Home Solar Power System Battery Bank Safety Tips

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Home Solar Power System Battery Bank Safety Tips



When designing your home solar power system, always begin by doing an energy audit and find out how much electricity your home is consuming.

Next, decide how many electrical appliances you want to connect to the solar power system. That figure will help you to decide how many deep cycle battery you will need for the battery bank.

The batteries can be arranged in different ways to get the voltage you’ll need for your power inverter. If you are using a 1000 watt at12 volt power inverter, you will need 2 units of 6 volts batteries connected in series to come up with the 12 volts.

The most dangerous part of this process is the liquid in the battery. The liquid is sulfuric acid that will seriously burn you. As a safety precocious, always have some baking soda nearby to neutralize the acid in case you spilled some on your body.

You can check the acid in the battery by using a hydrometer. A hydrometer is what you use to measure the actual specific gravity of the acid inside.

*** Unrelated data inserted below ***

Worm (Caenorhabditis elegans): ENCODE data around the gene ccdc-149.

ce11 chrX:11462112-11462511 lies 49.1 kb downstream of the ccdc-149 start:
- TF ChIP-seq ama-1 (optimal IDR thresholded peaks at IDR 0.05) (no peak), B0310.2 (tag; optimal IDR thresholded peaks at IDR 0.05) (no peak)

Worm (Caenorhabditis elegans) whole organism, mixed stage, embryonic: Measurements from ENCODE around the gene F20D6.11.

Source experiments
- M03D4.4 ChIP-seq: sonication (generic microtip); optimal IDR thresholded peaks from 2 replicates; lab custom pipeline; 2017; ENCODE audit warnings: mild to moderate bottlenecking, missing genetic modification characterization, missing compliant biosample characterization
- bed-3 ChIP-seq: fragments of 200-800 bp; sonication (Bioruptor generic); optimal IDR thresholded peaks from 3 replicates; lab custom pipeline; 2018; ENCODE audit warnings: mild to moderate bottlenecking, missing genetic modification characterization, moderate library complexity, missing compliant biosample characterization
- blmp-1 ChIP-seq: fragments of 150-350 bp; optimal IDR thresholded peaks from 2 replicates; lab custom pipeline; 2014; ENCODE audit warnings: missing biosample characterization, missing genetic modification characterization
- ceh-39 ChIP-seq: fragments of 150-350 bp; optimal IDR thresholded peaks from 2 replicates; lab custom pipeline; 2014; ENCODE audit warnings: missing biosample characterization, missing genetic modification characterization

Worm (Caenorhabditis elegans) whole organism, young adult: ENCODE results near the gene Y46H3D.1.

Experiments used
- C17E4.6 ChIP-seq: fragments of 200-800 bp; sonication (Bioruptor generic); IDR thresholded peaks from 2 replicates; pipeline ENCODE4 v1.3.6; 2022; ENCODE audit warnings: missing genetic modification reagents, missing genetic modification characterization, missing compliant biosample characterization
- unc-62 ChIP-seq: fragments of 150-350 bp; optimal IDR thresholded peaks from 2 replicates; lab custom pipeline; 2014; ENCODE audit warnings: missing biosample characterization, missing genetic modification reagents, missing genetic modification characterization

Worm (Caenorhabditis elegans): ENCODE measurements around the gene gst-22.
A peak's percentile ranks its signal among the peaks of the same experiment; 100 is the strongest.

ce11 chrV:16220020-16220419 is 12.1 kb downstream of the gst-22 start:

On the hydrometer, you can see several discs floating. For example, if you see 3 discs floating with one at the bottom, you’ll know the battery is about 75% charged.

Here’s another safety tip. The gasses that come off from the battery, hydrogen gas (H2), can be hazardous as well. It is highly flammable. Make sure you work with the batteries in an open space and no sparks or open flame nearby.

DIY Home Solar Power Guide

Are you planning to build your own home solar power system? If you are, check out Michael Harvey’s Earth 4 Energy guide.

Michael’s e-book comes with step by step instructions on how to make a DIY solar panel with minimal cost. Check out my review of Earth4Energy on this blog for more information.

==> Click here to visit Earth4Energy now!

By | 2012-11-04T09:58:44+00:00 February 3rd, 2010|Deep Cycle Battery|2 Comments

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2 Comments

  1. Kaeha August 17, 2011 at 10:33 am

    My Uncle and I are going to build several Solar Panels for our homes to cut down the price of Electricity here in Hawaii. I pay $330 a month, so for a year
    I would be paying $3960 a year. So for the first 3 months, I would be paying off the solar panels and Inverter I will be purchasing. That’s a no brainer to me, should have look into this along time ago.

    Aloha,

    James Kaeha

  2. DC Insurers-Montrose January 11, 2017 at 12:51 am

    I think once solar products for the home become more aesthetically attractive the investment will be more sustainable. right now it requires a real DIY spirit that avg homeowner either doesn’t have or can’t find the time to invest.

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